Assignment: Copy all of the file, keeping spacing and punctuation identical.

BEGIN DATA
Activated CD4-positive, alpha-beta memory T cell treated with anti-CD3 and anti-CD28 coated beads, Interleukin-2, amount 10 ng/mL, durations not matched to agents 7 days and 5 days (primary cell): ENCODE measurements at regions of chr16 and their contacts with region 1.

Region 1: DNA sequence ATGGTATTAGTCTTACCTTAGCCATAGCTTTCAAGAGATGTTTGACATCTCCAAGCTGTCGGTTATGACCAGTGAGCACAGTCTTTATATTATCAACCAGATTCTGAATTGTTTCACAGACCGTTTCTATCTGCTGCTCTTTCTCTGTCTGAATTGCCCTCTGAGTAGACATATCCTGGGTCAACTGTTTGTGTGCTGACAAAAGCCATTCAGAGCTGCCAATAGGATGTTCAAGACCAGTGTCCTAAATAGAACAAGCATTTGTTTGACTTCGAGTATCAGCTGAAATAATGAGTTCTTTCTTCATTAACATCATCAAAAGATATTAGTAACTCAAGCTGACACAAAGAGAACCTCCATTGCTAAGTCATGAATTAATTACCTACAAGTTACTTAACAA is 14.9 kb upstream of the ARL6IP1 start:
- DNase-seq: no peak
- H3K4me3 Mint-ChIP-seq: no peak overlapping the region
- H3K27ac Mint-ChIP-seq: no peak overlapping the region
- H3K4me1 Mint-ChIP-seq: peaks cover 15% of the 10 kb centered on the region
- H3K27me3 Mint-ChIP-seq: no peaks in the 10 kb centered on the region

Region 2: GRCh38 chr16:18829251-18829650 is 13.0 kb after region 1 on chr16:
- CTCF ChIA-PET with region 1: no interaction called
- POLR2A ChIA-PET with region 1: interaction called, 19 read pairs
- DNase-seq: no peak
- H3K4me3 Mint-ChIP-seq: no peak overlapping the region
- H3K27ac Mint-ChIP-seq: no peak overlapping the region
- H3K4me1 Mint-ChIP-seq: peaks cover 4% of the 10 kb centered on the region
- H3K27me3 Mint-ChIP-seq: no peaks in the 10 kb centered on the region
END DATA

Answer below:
Activated CD4-positive, alpha-beta memory T cell treated with anti-CD3 and anti-CD28 coated beads, Interleukin-2, amount 10 ng/mL, durations not matched to agents 7 days and 5 days (primary cell): ENCODE measurements at regions of chr16 and their contacts with region 1.

Region 1: DNA sequence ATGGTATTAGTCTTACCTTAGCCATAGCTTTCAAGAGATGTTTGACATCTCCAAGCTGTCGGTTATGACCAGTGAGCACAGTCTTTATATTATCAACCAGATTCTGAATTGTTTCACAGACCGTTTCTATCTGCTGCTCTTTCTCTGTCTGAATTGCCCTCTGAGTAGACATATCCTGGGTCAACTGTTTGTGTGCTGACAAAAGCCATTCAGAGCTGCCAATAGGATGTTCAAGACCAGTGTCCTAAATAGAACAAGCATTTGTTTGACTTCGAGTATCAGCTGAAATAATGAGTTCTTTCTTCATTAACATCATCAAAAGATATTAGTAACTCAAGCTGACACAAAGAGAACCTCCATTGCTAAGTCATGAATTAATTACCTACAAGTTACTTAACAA is 14.9 kb upstream of the ARL6IP1 start:
- DNase-seq: no peak
- H3K4me3 Mint-ChIP-seq: no peak overlapping the region
- H3K27ac Mint-ChIP-seq: no peak overlapping the region
- H3K4me1 Mint-ChIP-seq: peaks cover 15% of the 10 kb centered on the region
- H3K27me3 Mint-ChIP-seq: no peaks in the 10 kb centered on the region

Region 2: GRCh38 chr16:18829251-18829650 is 13.0 kb after region 1 on chr16:
- CTCF ChIA-PET with region 1: no interaction called
- POLR2A ChIA-PET with region 1: interaction called, 19 read pairs
- DNase-seq: no peak
- H3K4me3 Mint-ChIP-seq: no peak overlapping the region
- H3K27ac Mint-ChIP-seq: no peak overlapping the region
- H3K4me1 Mint-ChIP-seq: peaks cover 4% of the 10 kb centered on the region
- H3K27me3 Mint-ChIP-seq: no peaks in the 10 kb centered on the region